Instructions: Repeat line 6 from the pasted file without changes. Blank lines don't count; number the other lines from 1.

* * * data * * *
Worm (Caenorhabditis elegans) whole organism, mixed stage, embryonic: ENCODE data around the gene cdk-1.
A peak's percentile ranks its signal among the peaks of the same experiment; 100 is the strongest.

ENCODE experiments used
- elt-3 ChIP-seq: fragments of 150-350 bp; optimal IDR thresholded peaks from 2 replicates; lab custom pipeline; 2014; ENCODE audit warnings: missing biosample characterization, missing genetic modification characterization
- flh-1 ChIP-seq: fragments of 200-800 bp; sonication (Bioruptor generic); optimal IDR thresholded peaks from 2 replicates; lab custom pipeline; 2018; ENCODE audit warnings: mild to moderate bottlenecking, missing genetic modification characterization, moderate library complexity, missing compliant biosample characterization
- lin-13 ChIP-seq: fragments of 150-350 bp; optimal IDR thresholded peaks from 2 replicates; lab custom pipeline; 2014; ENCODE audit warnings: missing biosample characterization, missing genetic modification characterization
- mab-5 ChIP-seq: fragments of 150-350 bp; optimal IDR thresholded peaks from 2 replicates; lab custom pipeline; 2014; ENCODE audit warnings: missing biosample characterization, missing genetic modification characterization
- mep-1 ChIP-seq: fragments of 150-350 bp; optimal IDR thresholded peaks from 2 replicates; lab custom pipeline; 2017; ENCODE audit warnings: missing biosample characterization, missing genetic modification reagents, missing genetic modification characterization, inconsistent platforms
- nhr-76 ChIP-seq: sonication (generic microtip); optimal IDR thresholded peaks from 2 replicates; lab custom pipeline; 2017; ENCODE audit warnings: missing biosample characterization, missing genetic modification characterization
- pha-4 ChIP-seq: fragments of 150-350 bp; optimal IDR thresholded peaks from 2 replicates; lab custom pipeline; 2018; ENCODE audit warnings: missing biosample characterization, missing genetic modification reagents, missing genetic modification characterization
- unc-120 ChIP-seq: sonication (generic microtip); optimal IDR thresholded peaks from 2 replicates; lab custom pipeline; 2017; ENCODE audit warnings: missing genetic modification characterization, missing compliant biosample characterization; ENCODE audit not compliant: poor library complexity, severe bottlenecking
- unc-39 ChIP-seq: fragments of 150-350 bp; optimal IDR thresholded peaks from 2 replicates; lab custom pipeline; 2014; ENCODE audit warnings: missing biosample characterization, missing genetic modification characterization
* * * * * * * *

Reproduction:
- lin-13 ChIP-seq: fragments of 150-350 bp; optimal IDR thresholded peaks from 2 replicates; lab custom pipeline; 2014; ENCODE audit warnings: missing biosample characterization, missing genetic modification characterization